Last week, I got to participate in a composting workshop at Pescadero Elementary School sponsored by the San Mateo County Office of Sustainability and Puente, which is a fantastic local organization that believes “every member of our community deserves opportunities to learn and grow.” They are a tremendous partner to our local region providing educational workshops and health fairs to an area that doesn’t have a lot of services typical of most communities. We’re pretty rural with the coast on one side and the Santa Cruz Mountains on the other. Puente helps residents fill in the gaps where needed.
For the vermiculture portion of the workshop, our friend Mona Urbina from Pie Ranch who happens to be the Garden Coordinator for the school, reached out to see if I might have some extra worms. The great thing about a wormery that stays 70F all the time is that the population doubles in about 30-40 days. So of course, we had plenty of worms for the school!
For the “new” bins, they are essentially a small 3×3 raised bed with wire mesh on the bottom to prevent critters from sneaking in to raid the feedstock or gobble up our worms. For the frames, Mona found some old compost stacker units that break apart perfectly to make the raised beds. Jack Johnson would be so proud of this project because now we’re hitting the three R’s. Reduce, Re-use, Recycle! Reduce, Re-use, Recycle!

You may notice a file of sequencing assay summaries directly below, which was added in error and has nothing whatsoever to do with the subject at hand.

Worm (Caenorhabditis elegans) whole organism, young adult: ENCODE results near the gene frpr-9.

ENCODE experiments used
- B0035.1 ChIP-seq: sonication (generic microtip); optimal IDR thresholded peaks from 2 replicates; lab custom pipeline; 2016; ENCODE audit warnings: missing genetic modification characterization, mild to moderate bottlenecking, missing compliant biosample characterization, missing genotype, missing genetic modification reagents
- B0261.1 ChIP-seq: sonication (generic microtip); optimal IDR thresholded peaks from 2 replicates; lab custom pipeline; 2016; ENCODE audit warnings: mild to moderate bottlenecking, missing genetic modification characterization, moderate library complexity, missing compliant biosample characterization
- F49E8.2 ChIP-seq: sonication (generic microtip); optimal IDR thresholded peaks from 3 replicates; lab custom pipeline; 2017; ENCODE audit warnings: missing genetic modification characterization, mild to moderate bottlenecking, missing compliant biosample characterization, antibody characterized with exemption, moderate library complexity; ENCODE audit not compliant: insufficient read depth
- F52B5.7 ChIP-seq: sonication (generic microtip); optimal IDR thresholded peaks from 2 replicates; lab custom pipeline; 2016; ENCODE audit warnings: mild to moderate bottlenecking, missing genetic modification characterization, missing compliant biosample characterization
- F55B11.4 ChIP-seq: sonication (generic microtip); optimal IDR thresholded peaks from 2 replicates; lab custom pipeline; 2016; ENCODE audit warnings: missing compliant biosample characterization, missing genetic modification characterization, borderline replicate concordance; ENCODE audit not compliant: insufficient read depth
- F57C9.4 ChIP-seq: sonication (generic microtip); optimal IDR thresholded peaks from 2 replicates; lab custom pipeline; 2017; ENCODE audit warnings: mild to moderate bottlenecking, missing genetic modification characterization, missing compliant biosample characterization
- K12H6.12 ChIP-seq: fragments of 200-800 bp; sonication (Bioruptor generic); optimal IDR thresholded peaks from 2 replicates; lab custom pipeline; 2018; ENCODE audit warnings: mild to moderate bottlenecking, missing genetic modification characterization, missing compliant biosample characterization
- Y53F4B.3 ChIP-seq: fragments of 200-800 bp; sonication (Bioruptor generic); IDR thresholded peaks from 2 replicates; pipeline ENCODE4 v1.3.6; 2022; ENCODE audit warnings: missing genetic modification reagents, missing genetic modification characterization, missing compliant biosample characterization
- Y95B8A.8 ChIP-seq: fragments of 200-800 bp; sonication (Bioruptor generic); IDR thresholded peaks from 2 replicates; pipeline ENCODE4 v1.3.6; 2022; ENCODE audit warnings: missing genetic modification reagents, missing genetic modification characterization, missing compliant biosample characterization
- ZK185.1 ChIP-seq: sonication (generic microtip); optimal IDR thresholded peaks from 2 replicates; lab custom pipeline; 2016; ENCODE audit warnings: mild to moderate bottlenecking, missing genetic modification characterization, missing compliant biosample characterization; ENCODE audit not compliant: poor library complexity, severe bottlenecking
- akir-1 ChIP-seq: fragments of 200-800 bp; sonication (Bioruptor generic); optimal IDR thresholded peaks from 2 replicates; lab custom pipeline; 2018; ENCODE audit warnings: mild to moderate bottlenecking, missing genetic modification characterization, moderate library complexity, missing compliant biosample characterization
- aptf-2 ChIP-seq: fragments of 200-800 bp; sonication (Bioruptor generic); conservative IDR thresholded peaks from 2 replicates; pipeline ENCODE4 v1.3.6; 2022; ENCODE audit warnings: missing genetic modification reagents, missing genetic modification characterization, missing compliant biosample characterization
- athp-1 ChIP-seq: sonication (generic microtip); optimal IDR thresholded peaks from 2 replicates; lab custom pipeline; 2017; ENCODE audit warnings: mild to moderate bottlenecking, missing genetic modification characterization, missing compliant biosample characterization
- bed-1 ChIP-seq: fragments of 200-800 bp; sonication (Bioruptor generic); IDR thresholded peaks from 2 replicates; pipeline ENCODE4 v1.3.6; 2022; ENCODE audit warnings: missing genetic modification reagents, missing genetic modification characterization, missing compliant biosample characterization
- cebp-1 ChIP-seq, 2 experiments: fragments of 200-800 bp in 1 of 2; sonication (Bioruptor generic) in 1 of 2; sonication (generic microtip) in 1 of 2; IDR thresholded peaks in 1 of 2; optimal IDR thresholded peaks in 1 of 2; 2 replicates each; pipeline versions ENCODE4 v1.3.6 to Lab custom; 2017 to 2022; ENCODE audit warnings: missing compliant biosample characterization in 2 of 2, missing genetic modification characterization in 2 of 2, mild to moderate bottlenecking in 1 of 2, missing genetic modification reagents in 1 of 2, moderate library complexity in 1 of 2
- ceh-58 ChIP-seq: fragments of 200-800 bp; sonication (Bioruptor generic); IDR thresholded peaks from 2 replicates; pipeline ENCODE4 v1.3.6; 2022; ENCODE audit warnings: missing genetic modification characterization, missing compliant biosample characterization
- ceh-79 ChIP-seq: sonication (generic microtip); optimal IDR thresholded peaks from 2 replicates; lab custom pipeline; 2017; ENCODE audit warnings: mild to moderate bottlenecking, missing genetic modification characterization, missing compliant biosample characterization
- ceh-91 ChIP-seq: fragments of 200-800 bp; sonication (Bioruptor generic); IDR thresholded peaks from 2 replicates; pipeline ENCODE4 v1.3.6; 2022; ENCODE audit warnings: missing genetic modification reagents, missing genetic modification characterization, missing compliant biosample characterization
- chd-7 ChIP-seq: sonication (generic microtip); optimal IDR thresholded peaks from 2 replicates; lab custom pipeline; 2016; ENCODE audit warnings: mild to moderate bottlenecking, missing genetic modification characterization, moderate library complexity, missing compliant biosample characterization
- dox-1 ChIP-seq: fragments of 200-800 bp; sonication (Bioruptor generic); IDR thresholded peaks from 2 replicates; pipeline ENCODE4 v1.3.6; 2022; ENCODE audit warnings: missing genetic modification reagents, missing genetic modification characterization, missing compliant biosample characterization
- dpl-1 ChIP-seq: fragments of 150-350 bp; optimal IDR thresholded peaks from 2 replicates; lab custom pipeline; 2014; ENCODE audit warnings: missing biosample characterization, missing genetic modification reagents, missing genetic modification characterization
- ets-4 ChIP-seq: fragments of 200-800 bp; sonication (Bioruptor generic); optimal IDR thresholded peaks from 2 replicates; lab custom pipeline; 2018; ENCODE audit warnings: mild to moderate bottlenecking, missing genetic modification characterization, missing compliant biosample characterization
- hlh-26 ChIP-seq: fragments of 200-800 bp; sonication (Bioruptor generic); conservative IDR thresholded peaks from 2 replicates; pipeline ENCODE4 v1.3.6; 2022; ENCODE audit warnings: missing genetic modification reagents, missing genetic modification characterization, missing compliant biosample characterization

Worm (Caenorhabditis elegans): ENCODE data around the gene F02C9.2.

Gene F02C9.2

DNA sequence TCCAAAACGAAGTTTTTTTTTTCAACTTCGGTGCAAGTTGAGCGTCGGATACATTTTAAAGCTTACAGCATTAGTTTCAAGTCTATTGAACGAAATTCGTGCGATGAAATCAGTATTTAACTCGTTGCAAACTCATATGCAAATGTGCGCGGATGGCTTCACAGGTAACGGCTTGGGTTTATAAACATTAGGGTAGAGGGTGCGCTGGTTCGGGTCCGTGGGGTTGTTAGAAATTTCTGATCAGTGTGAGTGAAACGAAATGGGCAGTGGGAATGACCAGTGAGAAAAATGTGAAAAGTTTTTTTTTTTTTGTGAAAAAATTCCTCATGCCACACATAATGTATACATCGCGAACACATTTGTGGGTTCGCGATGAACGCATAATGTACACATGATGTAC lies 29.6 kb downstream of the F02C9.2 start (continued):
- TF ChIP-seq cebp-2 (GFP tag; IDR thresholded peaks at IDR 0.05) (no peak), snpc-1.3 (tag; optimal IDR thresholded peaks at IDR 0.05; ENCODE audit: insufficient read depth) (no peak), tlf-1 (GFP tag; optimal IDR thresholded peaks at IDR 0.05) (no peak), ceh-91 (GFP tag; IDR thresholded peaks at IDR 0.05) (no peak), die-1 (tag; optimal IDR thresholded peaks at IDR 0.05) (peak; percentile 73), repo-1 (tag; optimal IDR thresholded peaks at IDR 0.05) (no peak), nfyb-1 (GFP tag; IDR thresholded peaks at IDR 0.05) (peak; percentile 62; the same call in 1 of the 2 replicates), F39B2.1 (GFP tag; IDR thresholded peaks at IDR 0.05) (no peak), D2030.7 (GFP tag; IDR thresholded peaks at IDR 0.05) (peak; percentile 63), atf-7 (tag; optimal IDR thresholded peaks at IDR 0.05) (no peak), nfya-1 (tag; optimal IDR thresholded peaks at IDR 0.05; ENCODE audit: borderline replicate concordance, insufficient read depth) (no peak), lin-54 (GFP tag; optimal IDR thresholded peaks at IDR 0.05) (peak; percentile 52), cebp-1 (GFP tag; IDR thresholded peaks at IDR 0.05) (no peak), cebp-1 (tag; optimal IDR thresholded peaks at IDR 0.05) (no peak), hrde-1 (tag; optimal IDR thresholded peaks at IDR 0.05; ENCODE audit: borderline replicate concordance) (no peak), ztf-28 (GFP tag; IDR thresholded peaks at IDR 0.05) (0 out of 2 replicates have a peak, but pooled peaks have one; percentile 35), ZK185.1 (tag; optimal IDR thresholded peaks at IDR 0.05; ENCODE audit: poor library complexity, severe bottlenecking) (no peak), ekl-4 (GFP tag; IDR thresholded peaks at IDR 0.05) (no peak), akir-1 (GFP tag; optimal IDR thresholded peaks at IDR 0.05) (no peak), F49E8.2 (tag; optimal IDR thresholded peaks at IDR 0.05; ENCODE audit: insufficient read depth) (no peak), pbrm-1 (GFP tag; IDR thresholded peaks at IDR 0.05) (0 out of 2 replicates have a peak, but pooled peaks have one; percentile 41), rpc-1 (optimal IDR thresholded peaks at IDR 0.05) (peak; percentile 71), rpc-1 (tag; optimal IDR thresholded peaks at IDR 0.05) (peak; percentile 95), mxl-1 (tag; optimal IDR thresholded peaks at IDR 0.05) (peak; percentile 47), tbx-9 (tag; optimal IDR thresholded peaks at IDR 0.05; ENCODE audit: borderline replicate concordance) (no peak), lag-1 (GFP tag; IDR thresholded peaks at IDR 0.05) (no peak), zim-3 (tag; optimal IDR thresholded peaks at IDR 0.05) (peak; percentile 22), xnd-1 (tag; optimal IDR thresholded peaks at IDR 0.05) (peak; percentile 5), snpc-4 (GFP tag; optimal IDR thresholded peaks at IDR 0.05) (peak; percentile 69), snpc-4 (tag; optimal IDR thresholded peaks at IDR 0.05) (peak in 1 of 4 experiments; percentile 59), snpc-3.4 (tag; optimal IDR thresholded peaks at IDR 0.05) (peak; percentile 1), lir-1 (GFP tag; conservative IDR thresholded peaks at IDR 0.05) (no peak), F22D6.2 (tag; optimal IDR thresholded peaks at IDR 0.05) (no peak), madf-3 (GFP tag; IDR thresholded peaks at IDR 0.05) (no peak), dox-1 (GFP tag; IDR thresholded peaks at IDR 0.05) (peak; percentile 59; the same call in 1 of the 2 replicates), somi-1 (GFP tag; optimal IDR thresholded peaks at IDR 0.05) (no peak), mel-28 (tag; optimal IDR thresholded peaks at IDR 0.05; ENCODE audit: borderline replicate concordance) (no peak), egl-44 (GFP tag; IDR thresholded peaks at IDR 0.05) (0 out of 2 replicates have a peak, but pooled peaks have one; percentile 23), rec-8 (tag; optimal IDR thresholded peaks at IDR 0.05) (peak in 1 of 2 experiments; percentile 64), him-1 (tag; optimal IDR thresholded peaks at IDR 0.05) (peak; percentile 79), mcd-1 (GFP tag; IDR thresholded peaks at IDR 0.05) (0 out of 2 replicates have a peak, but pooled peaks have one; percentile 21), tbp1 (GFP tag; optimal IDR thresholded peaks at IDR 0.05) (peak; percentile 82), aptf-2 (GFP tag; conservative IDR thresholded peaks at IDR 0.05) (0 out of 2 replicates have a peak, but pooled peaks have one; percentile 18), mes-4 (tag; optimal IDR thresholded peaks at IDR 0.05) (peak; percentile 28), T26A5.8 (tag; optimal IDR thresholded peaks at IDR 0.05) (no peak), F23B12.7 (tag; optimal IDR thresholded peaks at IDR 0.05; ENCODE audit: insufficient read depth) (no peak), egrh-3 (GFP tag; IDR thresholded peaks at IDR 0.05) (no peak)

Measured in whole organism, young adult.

The best way to start a worm bin is to stock it with around a half a pound to a pound of worms per square foot, which is 500-1000 worms/sq ft. Having this population density ensures that the worms will encounter each other regularly enough to procreate at close to optimal rates when the temperature is consistent. These bins are outside, so the temp will fluctuate a bit and we will have to be careful with feedstock additions as the worms get settled. I probably should have brought them some extras winter coats, too. Currently, the bins are under some shade since it’s been kind of warm lately. As we move further into Autumn, soon we will move them out into the sun so they can get some warmth from the solar gain and balance out the temp from the cooler nights. I will be experimenting with something outside like this as well, since our wormery is going to move from it’s current location. I remember when I first picked up our worms, Jack Chambers of Sonoma Valley Worm Farms had many of his bins outside with a little canopy over each reactor (bin) to protect the worms from direct sun. His climate gets warmer temps than we do so I think the temp balances itself out from day to night maybe around 65-70F. I think we will give it shot outside here in our region so we can provide the right advice to the local community and you, our readers! If we need a little extra heat, there are creative ways to warm them up.
One thing I’ve learned over the years is, kids love worms and insects.